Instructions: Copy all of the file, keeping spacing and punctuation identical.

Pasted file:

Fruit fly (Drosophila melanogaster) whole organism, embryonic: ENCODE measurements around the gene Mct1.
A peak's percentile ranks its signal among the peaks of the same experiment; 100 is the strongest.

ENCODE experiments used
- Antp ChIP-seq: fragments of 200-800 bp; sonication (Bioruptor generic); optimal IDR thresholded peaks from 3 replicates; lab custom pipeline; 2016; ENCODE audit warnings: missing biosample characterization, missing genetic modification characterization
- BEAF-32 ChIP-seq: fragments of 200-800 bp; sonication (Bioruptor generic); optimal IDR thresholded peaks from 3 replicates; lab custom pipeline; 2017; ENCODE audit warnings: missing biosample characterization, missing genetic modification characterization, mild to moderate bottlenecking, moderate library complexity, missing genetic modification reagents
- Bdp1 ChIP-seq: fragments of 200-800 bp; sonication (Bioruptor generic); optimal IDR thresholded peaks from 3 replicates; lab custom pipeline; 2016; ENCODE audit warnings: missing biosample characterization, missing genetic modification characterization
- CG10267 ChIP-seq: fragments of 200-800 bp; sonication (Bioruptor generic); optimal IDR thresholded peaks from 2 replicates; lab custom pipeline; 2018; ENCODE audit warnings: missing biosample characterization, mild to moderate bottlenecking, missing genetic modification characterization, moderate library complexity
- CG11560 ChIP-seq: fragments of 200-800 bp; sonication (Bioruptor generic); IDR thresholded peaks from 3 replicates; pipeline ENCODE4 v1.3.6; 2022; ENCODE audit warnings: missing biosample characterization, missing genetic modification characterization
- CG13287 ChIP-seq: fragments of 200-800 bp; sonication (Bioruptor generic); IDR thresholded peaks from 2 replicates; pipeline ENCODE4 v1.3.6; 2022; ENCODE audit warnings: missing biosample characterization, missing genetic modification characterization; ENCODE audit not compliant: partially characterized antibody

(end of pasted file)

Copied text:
Fruit fly (Drosophila melanogaster) whole organism, embryonic: ENCODE measurements around the gene Mct1.
A peak's percentile ranks its signal among the peaks of the same experiment; 100 is the strongest.

ENCODE experiments used
- Antp ChIP-seq: fragments of 200-800 bp; sonication (Bioruptor generic); optimal IDR thresholded peaks from 3 replicates; lab custom pipeline; 2016; ENCODE audit warnings: missing biosample characterization, missing genetic modification characterization
- BEAF-32 ChIP-seq: fragments of 200-800 bp; sonication (Bioruptor generic); optimal IDR thresholded peaks from 3 replicates; lab custom pipeline; 2017; ENCODE audit warnings: missing biosample characterization, missing genetic modification characterization, mild to moderate bottlenecking, moderate library complexity, missing genetic modification reagents
- Bdp1 ChIP-seq: fragments of 200-800 bp; sonication (Bioruptor generic); optimal IDR thresholded peaks from 3 replicates; lab custom pipeline; 2016; ENCODE audit warnings: missing biosample characterization, missing genetic modification characterization
- CG10267 ChIP-seq: fragments of 200-800 bp; sonication (Bioruptor generic); optimal IDR thresholded peaks from 2 replicates; lab custom pipeline; 2018; ENCODE audit warnings: missing biosample characterization, mild to moderate bottlenecking, missing genetic modification characterization, moderate library complexity
- CG11560 ChIP-seq: fragments of 200-800 bp; sonication (Bioruptor generic); IDR thresholded peaks from 3 replicates; pipeline ENCODE4 v1.3.6; 2022; ENCODE audit warnings: missing biosample characterization, missing genetic modification characterization
- CG13287 ChIP-seq: fragments of 200-800 bp; sonication (Bioruptor generic); IDR thresholded peaks from 2 replicates; pipeline ENCODE4 v1.3.6; 2022; ENCODE audit warnings: missing biosample characterization, missing genetic modification characterization; ENCODE audit not compliant: partially characterized antibody